At the end of the day, a GOP staffer will collect the ballots, drive them to the clerk’s office and deliver them, Gorman said.

“We don’t want to be stuck with them,” Gorman said, so they submit ballots to the county every day.

Gorman said many voters use the Republican Party’s delivery service. On the final day of the primary election, more than 1,000 voters cast their ballots at local GOP offices, he said.

At the Jones fundraiser, the party will follow the same protocol: voters will drop their ballots into a ballot box and a staffer will deliver the ballots at the end of the day.

“Someone is keeping an eye on this (the box),” Gorman said. “We want to keep the process as secure as possible.”

Congressional Republicans call ballot harvesting a ‘sinister practice’

While local Republicans believe collecting ballots makes the process safer, other party members are speaking out against the practice.

Former President Trump himself targeted the practice after his defeat in the 2020 election.

“GET AWAY FROM THE HARVEST OF BALLOTS, IT’S CREEPING WITH FRAUD. THE UNITED STATES MUST HAVE A VOTER ID, THE ONLY WAY TO GET AN HONEST COUNT! he said in an April 20, 2020 Tweet, according to The Washington Post.

Similarly, the Republicans Committee on House Administration, which monitors congressional elections, has a dedicated page on its website warning of “the threat of ballot harvesting.”

“Ignoring this most notable threat to election security is unacceptable in an election security bill, something Democrats have chosen to do not once this Congress but repeatedly,” the website says. “…While Democrats choose to ignore this clear threat to our nation’s elections, Republicans remain committed to outlawing this sinister practice, currently legal in states like California, to ensure that every American’s vote is counted and protected.”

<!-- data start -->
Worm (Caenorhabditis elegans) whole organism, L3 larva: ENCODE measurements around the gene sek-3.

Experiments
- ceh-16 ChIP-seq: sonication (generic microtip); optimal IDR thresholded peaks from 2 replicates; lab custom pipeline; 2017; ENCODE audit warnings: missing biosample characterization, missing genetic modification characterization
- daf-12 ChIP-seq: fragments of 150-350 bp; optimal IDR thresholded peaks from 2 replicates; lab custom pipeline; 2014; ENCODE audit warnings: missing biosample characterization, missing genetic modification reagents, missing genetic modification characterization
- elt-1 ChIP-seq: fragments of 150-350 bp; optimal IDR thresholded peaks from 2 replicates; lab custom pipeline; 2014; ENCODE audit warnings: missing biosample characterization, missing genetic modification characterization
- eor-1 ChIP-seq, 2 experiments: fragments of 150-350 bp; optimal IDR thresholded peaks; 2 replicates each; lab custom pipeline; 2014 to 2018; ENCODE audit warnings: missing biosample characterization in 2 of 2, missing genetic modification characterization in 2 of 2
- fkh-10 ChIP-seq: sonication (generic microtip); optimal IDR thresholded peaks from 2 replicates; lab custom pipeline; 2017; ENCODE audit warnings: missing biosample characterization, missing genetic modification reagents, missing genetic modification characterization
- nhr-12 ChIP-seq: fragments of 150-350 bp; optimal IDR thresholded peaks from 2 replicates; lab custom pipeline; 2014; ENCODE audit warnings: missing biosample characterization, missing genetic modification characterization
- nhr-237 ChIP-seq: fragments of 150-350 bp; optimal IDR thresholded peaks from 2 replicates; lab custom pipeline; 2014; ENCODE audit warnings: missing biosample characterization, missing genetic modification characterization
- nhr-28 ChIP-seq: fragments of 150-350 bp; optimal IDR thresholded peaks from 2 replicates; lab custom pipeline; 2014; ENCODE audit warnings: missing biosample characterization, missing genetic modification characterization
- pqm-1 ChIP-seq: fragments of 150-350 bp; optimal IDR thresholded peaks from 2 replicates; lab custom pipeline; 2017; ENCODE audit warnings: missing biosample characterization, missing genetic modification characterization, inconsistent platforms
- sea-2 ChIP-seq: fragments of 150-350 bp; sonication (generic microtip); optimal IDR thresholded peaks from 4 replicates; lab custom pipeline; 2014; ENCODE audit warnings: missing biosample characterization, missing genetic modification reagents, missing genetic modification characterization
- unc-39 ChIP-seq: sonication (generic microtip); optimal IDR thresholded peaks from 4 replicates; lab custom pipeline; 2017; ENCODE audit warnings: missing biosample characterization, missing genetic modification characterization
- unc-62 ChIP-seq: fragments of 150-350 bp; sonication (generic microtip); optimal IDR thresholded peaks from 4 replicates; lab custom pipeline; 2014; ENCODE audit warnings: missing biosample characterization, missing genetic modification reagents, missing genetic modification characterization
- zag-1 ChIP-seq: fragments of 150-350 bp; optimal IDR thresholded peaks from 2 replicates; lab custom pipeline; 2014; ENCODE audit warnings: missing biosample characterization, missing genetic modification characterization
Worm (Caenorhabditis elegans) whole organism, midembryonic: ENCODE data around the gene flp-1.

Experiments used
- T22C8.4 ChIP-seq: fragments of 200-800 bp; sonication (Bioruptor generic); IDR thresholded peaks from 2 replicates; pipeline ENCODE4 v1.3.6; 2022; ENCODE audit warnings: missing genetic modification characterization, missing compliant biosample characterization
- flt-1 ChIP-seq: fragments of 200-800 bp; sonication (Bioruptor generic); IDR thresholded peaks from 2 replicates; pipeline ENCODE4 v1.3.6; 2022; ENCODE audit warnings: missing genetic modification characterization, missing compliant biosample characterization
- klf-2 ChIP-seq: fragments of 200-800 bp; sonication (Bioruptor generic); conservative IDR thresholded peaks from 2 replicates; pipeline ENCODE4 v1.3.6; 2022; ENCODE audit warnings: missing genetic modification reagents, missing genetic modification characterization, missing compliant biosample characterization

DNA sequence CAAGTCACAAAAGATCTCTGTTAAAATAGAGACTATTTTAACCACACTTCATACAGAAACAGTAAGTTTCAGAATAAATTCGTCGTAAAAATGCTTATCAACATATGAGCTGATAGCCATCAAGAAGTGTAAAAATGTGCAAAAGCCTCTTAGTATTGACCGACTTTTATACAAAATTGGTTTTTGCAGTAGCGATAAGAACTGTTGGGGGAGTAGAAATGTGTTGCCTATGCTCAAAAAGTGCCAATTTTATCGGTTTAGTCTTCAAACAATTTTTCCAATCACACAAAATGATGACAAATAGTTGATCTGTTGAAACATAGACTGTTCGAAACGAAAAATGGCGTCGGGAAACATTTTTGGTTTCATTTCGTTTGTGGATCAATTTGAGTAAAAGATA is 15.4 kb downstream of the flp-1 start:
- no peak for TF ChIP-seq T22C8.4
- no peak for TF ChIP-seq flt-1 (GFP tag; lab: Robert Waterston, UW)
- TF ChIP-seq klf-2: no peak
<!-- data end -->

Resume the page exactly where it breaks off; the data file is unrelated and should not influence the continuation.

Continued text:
Clerk-Recording Officer’s Instructions for Submission of Ballots

County Clerk Elaina Cano said it’s legal for the Republican Party to cast ballots for voters — as long as the voter indicates permission on the back of the ballot and the party submits the ballots to vote within three days of receiving them, she said.

“I think the liability comes down to whether or not the voter wants someone else to return their ballot, and that’s perfectly legal,” Cano said. “I would just like to make sure he is treated accordingly.”

When the elections office receives a group of ballots, staff transfer them to a ballot box inside the office, where they wait to be counted.

Cano urged voters to trust the county’s ballot collection process.

“I know our process is secure,” Cano said. “I know that once a voter returns their ballot to us, their ballot is set aside. He is being treated under supervision. There are checks and balances along the way.

Ballots are collected from county drop boxes every 72 hours, and two people must be with the ballots at all times when they are moved or processed. All but one of the drop boxes are occupied during the day, and the drop box with no staff is outside the elections office under security camera surveillance, Cano said.

“If voters are concerned about the security of returning their mail-in ballot, they can call our office and we can explain the security of our process,” Cano said.

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Stephanie Zappelli primarily covers county government for the SLO Tribune. She grew up in San Diego and is a fourth-year journalism major at Cal Poly. When not writing, Stephanie enjoys hiking, reading and exploring SLO.